There’s no denying we’re a country of dog-lovers – in fact almost 1 in 4 households in the UK own a dog. However, when it comes to our furry four-legged friends, it seems they have more to offer than just cuddles!

Doreen Barratt, Sarah York and Lottie

Doreen Barratt, Sarah York and Lottie

According to Campaign to End Loneliness, there are 1.2 million chronically lonely older people in the UK, and with reports indicating that by 2050 one quarter of the UK population will be over 65, we can only assume this figure is sadly set to rise.

To combat the loneliness epidemic, Pedigree has launched unique initiative, ‘Dog Dates’, which will see lonely seniors paired with local dogs and their owners to go on doggy dates, in a bid to encourage companionship and ease social isolation.

To celebrate this launch, the WALTHAM Centre for Pet Nutrition has shared 7 ways in which dogs can help elderly people, based on their research:

Increased physical activity

Pet owners tend to be more active. Among older adults, dog owners get on average 22 more minutes of exercise a day than non-dog-owners. Those who walk their dog are more likely to be in good physical health: lower body weight, fewer chronic health conditions and fewer limits on their daily activities such preparing meals and bathing independently.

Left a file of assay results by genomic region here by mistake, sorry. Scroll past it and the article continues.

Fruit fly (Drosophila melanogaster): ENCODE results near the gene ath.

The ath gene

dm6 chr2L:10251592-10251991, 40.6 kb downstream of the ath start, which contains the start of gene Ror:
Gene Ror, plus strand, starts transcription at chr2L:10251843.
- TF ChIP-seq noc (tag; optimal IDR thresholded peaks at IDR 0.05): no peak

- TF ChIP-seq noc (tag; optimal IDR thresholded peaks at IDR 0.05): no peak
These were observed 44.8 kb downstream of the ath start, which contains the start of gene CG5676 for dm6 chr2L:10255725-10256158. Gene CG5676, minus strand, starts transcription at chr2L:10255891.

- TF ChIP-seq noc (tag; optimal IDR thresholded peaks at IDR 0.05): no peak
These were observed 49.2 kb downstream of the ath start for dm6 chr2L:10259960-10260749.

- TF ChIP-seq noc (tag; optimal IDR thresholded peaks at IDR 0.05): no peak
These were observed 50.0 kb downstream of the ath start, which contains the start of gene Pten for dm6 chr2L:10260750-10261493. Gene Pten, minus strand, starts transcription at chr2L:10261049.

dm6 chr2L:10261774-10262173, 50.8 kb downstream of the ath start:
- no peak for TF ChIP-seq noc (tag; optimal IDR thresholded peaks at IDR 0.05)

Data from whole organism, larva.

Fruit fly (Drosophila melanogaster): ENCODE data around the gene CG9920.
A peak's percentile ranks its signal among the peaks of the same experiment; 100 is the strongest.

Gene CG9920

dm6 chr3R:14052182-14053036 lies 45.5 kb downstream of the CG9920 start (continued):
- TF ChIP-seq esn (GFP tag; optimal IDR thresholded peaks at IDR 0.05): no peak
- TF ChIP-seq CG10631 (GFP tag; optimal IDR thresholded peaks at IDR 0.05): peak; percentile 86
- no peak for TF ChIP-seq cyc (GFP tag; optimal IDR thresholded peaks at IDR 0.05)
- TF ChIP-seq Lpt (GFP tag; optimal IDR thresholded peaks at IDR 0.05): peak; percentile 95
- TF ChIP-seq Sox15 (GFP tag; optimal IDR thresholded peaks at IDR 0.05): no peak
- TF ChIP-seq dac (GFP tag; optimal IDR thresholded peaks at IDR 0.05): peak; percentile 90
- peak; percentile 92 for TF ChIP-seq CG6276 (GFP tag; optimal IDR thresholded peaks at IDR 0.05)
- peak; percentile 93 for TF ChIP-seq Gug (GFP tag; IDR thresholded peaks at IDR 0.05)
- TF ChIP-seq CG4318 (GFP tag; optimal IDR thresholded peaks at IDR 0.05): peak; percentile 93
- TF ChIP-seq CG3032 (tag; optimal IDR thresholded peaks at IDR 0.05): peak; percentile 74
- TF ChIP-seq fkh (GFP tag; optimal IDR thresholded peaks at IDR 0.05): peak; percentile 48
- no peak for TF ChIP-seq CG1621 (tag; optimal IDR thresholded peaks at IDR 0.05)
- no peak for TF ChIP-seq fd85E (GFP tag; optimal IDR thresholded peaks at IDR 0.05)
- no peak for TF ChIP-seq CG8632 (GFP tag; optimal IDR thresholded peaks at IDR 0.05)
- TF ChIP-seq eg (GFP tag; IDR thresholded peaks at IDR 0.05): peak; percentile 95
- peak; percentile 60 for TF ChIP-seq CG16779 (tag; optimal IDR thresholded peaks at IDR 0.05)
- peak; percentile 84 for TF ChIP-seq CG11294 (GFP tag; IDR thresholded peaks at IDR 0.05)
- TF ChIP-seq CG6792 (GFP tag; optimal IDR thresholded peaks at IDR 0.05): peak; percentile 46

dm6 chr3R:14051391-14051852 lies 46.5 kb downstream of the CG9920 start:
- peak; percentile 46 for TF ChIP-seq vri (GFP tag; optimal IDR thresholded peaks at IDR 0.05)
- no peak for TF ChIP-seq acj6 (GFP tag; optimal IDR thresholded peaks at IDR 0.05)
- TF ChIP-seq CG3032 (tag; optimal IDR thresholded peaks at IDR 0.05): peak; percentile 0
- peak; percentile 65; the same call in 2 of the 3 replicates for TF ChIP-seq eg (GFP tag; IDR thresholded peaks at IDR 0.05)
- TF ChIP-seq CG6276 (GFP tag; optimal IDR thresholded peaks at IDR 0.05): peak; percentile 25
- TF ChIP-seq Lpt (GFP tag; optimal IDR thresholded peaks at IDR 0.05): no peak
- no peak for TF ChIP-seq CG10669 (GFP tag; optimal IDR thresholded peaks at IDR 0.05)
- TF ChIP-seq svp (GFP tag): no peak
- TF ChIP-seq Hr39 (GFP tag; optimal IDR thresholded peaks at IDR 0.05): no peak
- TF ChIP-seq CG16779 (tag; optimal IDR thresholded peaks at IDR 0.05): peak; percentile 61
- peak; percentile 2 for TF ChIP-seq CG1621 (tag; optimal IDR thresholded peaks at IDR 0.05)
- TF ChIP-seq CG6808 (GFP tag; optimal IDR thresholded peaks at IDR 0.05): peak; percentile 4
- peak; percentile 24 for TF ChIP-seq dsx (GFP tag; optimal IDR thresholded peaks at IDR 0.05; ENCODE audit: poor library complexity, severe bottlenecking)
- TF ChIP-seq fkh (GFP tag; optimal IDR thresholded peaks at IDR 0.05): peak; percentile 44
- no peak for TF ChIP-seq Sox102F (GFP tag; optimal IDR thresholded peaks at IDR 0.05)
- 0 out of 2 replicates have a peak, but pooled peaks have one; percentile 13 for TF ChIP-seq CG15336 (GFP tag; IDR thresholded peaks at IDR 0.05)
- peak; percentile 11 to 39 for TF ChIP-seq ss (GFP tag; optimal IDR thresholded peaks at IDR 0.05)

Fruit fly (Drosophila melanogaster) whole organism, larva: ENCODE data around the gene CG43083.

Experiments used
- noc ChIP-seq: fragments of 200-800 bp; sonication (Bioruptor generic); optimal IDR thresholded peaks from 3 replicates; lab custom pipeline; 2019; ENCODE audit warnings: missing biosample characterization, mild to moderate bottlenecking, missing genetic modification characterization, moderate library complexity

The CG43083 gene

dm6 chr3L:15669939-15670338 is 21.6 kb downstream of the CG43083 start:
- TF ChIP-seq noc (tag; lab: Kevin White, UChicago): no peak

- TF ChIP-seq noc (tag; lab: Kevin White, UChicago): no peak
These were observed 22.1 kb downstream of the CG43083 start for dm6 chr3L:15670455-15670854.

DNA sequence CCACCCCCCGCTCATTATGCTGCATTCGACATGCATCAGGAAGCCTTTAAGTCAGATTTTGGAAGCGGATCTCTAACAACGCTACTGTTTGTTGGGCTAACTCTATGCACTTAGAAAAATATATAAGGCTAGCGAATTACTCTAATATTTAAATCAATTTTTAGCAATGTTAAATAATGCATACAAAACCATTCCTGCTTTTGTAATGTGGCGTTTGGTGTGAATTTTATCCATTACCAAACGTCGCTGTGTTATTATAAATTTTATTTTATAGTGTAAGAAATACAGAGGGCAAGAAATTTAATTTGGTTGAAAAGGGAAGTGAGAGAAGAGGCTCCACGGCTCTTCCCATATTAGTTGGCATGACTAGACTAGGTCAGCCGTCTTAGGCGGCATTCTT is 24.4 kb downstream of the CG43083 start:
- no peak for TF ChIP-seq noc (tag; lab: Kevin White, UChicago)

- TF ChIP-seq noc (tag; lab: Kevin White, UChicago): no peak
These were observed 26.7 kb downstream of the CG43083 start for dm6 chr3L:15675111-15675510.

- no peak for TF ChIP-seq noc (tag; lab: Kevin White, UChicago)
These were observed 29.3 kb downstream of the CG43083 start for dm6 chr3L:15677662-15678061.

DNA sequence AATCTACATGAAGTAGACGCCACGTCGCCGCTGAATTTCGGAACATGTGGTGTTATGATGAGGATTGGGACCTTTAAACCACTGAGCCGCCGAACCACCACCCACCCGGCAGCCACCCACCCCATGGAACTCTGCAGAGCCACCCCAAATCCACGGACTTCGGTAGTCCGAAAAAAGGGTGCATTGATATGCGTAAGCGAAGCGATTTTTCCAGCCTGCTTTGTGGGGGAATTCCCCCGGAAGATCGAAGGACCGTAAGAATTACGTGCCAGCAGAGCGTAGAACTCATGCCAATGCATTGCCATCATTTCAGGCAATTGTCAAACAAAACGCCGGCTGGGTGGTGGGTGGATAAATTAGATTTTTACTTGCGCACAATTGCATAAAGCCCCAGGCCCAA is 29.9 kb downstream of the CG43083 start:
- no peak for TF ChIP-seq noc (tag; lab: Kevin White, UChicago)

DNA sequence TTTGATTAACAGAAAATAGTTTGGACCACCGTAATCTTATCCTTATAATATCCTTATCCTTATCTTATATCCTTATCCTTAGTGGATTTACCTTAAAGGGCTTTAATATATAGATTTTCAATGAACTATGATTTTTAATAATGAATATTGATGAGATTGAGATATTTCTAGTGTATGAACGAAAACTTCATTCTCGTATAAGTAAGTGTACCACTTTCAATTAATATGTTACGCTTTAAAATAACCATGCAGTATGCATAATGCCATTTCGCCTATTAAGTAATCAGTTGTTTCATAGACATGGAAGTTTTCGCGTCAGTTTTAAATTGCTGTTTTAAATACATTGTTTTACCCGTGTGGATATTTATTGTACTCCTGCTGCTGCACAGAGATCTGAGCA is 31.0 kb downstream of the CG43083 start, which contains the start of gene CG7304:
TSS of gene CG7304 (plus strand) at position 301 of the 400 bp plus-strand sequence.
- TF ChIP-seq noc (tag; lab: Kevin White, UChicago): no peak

Reduced risk factors for cardiovascular disease

In parallel to the increased physical activity, studies show that there is a clear reduction in cholesterol and triglycerides levels. In fact, during one of the studies, 94% of heart patients with pets survived heart attacks, compared to only 72% without pets!

Less likely to be lonely

Loneliness is something that affects all areas of society with approximately 9 million suffering with loneliness and social isolation in the UK alone. Research from the WALTHAM Centre for Pet Nutrition in to the benefits of Human-Animal-Interaction, show that pet ownership can increase social interaction and broaden social networks, with approximately 40% of pet owners reportedly receiving social support from people they met through their pet. It is hoped the ‘Pedigree Dog Dates’ initiative will go some way in combatting the issue of loneliness gripping the UK.

Mental health

Older adults who live with pets tend to experience less loneliness and lower blood pressure, while a close relationship with pets has been associated with reduced depression in recently bereaved adults. Emerging research is also showing that therapy involving animals can help older people with dementia.

Social health

Those with pets are more likely to get to know their neighbours, spark conversations, and in turn receive social support from people they meet through their pet. As part of the Dog Dates initiative, elderly people are able to connect with their community.

Coping with stressful events

Pets encourage us to get up and move, make us laugh, provide comfort and a­ffection, and can even help us meet new friends and get to know our neighbours which can help cope with stressful events.

For more information on Pedigree Dog Dates, visit their website at

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